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Best Practices for Teaching Your Teen to Drive

If you're a parent, you certainly know that there are so many ups and downs, and joys that come along with raising children. It's your responsibility to keep your child safe, to provide for them, and to teach them life-long skills and important life lessons. When kids are little, they love to emulate what their parents are doing, and driving is something they pick up on at a very early age. Babies love to make 'beep beep' sounds, and toddlers enjoy pretending to drive, just like mom or dad.

The years pass by far too quickly, however, and before parents know it, their babies are teenagers, asking to be signed up for Driver's Ed, or studying to take their driver's license test. As these children grow up, it's essential for parents to instill good driving habits in them, and for that reason, many adults opt for Arizona traffic schools online to refresh their knowledge and skills. While this can be an emotional time for parents, it's best to take a little time to reflect and think back their own teenage years when they were learning to drive. This can help put the situation and journey ahead into perspective before mom or dad becomes hyper, bossy, afraid, etc.

Teaching a teen to drive can be a challenge, and while a good part of that takes place in a classroom or on the road with a private instructor, there's also a good amount of teaching responsibility that falls to the parents or guardians of the child. Knowing what to expect before you get into the car together, with your child at the wheel can help everyone feel more relaxed and make room for a more pleasant experience on all fronts.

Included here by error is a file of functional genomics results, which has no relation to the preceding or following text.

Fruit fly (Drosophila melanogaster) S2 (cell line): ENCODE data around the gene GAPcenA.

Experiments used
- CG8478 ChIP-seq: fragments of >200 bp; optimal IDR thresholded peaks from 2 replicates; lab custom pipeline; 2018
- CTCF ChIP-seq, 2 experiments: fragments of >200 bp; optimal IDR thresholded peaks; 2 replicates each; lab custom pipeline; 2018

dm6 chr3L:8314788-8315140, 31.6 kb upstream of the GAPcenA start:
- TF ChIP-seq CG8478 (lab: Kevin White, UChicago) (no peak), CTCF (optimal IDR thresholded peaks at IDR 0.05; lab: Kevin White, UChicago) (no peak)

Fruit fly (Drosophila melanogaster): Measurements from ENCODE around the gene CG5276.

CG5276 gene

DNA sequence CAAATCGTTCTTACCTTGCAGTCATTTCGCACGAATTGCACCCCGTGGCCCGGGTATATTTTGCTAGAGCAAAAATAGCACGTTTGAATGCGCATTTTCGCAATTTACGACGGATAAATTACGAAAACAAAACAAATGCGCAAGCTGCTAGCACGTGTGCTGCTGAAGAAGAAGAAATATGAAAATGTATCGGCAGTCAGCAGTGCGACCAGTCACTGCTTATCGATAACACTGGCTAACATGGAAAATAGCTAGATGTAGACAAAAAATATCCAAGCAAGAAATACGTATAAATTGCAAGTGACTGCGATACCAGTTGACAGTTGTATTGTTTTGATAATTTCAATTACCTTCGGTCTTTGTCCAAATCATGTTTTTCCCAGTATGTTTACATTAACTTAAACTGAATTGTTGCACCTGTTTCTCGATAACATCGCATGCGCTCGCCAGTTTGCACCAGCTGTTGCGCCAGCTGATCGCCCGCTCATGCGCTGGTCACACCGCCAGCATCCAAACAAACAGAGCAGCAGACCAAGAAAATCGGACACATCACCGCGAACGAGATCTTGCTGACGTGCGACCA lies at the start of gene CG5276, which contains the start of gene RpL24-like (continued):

Do yourself a favor and brush up on current laws. This will help keep you and your teen driver on the same page. You'll know what they're learning about with their instructor, and you can easily piggyback on that and reemphasize rules and laws when you're with them one on one.

Keep distractions at bay. When you're in the passenger seat, keep the stereo turned off, smartphones out of reach, and remove anything from the dash or front consoles that might cause a distraction to your young driver. The goal is to help them stay focused so they can learn how to devote their full attention to keeping their eyes on the road.

Start with the basics. You might get a few eye rolls from your teen, but it's always important to start out with the basics before starting up the car for a driving lesson. Check that your seatbelts are on, there are no emergency lights on the dash, mirrors and seats are properly adjusted, and that your driver is comfortable, but not too comfortable.

From there, ease into simple driving. An empty parking lot is a great and safe place to practice. It's even a good idea to practice how to drive in a parking lot (as many seem to forget), practice parking, backing into a space, etc. Other good things to practice are parallel parking, 3-point-turns, and what to do in an emergency situation.

Schedule weekly practice sessions with your teen while they're going through their private instruction. They'll get even more of an opportunity to practice with you once they have a learner's permit. If you have questions, just reach out to your child's driving instructor so you can receive helpful answers that will help not only your child but you, as well.

This is such a special time in a teen's life. Being prepared and entering into the situation with positivity can help parents and kids have a wonderful experience, and lead to excellent young drivers.

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